About 2,000 rural agro dealers benefit from Ghana Agro-Dealer Development

About 2,200 rural agro dealers in Ghana have benefited from a 2.5 million dollar credit facility from the Alliance for Green Revolution in Africa (AGRA) and the International Centre for Soil Fertility and Agricultural Development (IFDC).

The facility is to support agro dealers and 150 seed producers to increase agricultural productivity, incomes and well-being of about 850,000 small-holder farmers in Ghana.

Dr Kofi Debrah, Country Representative of IFDC disclosed this to the Ghana News Agency (GNA) in Accra on Tuesday.

He said it was a project that sought to increase small-holder farmers’ productivity and rural incomes in Ghana by making inputs available and accessible to rural farmers and link them to the market.

Dr Debrah noted that the project would provide credit facility through a credit guarantee programme with the management of UT Bank to agro dealers.

The three-year project which started in October 2008, is expected to end in the last quarter of 2011.

He said the interventions by AGRA particularly to link farmers to market would help remove the frustrations farmers undergo in selling their produce and boost farmers’ desire to increase productivity to meet the country’s food requirements.

The Ghana Agro-Dealer Development (GADD) project would also help increase the availability, accessibility, quality and affordable agro-inputs and seed in rural areas for sustainable agriculture.

Dr Debrah observed that about 30 per cent of farmers on the continent had access to improved seeds for cultivation.

He said some of the interventions by AGRA to salvage the situation were to help train people in seed production and agro dealer development.

Mr Isaac Asare, Project Manager of GADD, who gave a brief description of the project, said it had compiled the profile and geographical location as well as the sales point of over 3,000 inputs dealers and 200 seed producers.

He noted that the move was to bridge the gap between the two institutions to enable farmers to have access to certified seeds during farming seasons.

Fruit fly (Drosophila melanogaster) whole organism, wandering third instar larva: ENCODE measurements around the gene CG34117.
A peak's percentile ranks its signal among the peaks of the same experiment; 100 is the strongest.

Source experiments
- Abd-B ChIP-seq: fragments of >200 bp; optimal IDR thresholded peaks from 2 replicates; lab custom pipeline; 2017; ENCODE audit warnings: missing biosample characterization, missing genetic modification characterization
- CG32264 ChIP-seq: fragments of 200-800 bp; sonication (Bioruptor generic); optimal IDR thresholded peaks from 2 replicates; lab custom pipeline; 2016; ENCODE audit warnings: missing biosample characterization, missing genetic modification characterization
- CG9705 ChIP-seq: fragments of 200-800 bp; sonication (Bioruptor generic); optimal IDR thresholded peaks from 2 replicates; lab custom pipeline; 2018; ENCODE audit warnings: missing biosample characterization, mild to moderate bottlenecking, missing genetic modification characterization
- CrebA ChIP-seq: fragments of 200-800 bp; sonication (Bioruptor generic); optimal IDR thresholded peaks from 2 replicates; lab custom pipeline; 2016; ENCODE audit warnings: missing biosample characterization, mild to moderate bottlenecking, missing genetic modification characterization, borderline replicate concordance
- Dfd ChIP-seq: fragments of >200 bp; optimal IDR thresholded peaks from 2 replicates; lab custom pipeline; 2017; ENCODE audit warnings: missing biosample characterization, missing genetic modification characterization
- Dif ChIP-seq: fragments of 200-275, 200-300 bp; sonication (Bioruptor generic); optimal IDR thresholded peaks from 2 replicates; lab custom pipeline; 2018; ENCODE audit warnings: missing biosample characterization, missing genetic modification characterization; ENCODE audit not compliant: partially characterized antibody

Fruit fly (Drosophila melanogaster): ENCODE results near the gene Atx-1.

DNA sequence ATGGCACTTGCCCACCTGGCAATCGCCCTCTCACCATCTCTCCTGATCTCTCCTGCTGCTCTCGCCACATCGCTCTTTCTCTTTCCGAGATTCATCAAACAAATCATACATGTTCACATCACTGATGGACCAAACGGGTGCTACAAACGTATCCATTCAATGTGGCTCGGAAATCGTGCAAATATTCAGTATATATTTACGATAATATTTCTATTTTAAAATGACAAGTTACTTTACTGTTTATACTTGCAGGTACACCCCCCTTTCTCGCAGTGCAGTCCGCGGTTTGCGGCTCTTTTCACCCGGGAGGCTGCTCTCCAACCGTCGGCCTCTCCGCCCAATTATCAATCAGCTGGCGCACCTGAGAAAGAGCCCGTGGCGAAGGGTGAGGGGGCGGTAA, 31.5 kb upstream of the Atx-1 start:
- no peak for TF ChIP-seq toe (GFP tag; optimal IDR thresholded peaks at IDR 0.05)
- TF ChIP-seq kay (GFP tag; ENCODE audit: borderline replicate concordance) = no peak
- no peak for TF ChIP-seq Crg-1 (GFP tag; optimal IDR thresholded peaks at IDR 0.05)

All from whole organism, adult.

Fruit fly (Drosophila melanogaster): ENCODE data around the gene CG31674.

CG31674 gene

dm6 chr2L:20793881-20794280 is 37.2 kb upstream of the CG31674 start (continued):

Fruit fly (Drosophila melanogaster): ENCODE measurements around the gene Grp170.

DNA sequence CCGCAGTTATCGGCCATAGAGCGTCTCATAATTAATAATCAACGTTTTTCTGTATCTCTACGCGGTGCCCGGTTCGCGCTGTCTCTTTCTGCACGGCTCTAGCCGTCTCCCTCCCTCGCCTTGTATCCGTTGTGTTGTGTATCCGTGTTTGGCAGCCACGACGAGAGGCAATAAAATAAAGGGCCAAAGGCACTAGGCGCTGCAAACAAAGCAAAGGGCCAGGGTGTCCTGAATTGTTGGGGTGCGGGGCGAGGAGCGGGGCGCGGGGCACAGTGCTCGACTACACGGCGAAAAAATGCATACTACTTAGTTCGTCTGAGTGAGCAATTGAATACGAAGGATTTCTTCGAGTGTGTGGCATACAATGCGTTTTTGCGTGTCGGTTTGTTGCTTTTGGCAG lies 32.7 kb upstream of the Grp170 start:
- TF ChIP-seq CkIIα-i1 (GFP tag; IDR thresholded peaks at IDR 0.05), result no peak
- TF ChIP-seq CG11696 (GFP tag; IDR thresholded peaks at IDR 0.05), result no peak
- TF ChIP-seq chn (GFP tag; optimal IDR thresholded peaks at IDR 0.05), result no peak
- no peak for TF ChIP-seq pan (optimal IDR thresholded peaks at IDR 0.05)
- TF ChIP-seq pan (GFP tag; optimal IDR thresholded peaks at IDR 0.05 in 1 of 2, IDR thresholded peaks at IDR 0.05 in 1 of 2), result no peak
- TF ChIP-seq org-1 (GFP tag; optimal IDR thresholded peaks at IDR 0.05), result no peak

“In order to provide more responsive services to the agro dealers’ to provide more improved seeds to farmers, the project has developed a mobile and internet application platform that would help link seed producers to agro-input dealers,” he said.

“The project has also established SMS mobile telephony applications to link up agro-input dealers with seed producers”.

Mr Asare said activities undertaken included the training and technical assistance to build the capacity of agro-dealers in creating business linkages with seed and other inputs suppliers.

He said GADD had encouraged agro-dealers to join agro-input trade associations and provide the organisational training and support to Ghana Agriculture Associations Business and Information Centre (GAABIC).

“GADD also trains dealers in the value and methods of providing service to farmers such as field demonstrations, soil testing to transfer technology and best agricultural practices,” he added.

Mr Fred Tagoe, President of the Greater Accra Chapter of Ghana Agri-Input Dealers Association, told the GNA that the project had strengthened their operations in the form of training and provision of soft loans.

“Initially, people were ‘doing their own thing’, as in the selling of fake agro chemicals and adulteration of seeds which negatively affected the operations of farmers. The project has brought sanity in the agro industry.

“With the training programmes organised for the association twice annually, we have insight into office management practice and more education on agro-chemicals and its uses”.

AGRA is a partnership working across Africa to help millions of small-scale farmers and their families lift themselves out of poverty and hunger.

Its programmes are based on developing practical solutions to boost farm productivity and incomes for the poor while safeguarding the environment.

AGRA advocates for policies that support its work across all key aspects of the African agricultural value chain – from seeds, soil health and water to markets and agricultural education.

Source: GNA

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